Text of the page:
By Eduard Ribas i Admetlla
Mexico City, Oct 7 (EFE).- Who were they? Where did they come from? Why were they sacrificed? Those are some of the unanswered questions about the thousands of people whose skulls remained buried under what is now Mexico City for five centuries.
“This discovery is hugely important because it represents the essence of the Mexica religion and cosmovision,” Raul Barrera, an archaeologist with the National Institute of Anthropology and History (INAH), told Efe Thursday from the site.
The story begins in 2015, when the owners of a derelict building behind the cathedral on the city’s giant main square, the Zocalo, applied for a permit to rehabilitate the structure.
Construction work in the Zocalo is subject to stringent review because the plaza sits over the ruins of the core of Tenochtitlan, the capital of the Aztec Empire.
The permit was granted and when the workers came upon thousands of bones, the archaeologists INAH sent to monitor the renovation were quick to realize that they had found the Huey Tzompantli (Great Skull Rack) mentioned in the accounts of the Spanish conquistadores.
“It was very emotional. Archaeology has significant doses of emotion, but it also requires a very significant dose of patience,” INAH’s Lorena Vazquez says.
Built circa 1440, the Huey Tzompantli was a platform roughly 36 m (118 ft) long topped by a scaffolding of poles on cross-bars adorned with the skulls of thousands of people who were sacrificed to Huitzilopochtli, the Aztec god of war.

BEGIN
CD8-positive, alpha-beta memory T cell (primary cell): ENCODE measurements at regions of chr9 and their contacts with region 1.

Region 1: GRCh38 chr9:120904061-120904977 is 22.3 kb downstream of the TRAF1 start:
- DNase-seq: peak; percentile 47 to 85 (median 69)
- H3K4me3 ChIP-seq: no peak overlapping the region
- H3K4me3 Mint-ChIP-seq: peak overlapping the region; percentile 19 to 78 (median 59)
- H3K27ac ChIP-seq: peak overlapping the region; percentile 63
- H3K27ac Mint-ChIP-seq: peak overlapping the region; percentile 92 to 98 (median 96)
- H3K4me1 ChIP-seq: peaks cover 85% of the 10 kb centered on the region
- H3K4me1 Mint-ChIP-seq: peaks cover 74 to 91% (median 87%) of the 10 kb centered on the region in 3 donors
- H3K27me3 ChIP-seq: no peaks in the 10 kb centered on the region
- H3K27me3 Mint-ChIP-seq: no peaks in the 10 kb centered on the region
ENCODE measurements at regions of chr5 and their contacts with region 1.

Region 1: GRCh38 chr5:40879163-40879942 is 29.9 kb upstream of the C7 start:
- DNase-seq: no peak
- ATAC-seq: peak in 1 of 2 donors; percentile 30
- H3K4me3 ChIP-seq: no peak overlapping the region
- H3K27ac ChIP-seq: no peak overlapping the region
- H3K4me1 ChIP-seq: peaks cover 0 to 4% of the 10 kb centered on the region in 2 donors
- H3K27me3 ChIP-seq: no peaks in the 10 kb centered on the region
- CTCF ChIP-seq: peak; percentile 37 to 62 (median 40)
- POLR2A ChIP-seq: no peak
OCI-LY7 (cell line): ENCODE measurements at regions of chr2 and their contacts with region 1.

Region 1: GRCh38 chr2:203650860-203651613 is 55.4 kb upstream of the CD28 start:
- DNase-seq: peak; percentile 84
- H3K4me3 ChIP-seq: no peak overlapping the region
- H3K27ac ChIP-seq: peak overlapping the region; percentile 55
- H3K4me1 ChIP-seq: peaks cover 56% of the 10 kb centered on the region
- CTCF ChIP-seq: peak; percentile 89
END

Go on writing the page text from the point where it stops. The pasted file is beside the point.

Flanking the platform were towers of skulls and mortars standing more than 4 m high.
INAH remains at work on the excavation of one of those towers, while the other is assumed to lie beneath the cathedral.
While some view the discovery of the skulls as confirming that the Mexicas – the rulers of the Aztec Empire – were a barbarous people, Vazquez says the Huey Tzompantli embodied a “worship of life.”
“It was clear to the Mexicas that to maintain the cycles of life, it was necessary to feed the sun and that sun eats (human) hearts. Where we see death, they see order and the maintenance of the universe,” she says, insisting that the Mexicas did not kill just for the sake of killing.
Genetic analysis of the more than 600 individual skulls catalogued thus far indicates that most of them were men between the ages of 25 and 35, though remains of women and a relatively small number of children have also been identified.
What remains to be determined is how the victims were selected. Scholars speculate that many were prisoners of war, slaves or members of conquered populations.
Barrera says that he continues to be surprised by how well-preserved the skulls are, given that they have been buried since 1521, when the army of Hernan Cortes toppled the empire and dismantled the temples of Tenochtitlan for the materials to build what became Mexico City.
INAH physical anthropologist Jorge Gomez suggests the damp subsoil of Tenochtitlan, which was erected on a lake, may have protected the bones.
He says that study of the skulls has already yielded clues about the nature of their lives.
“From the teeth we could infer that the subjects had optimal conditions of life,” he tells Efe. EFE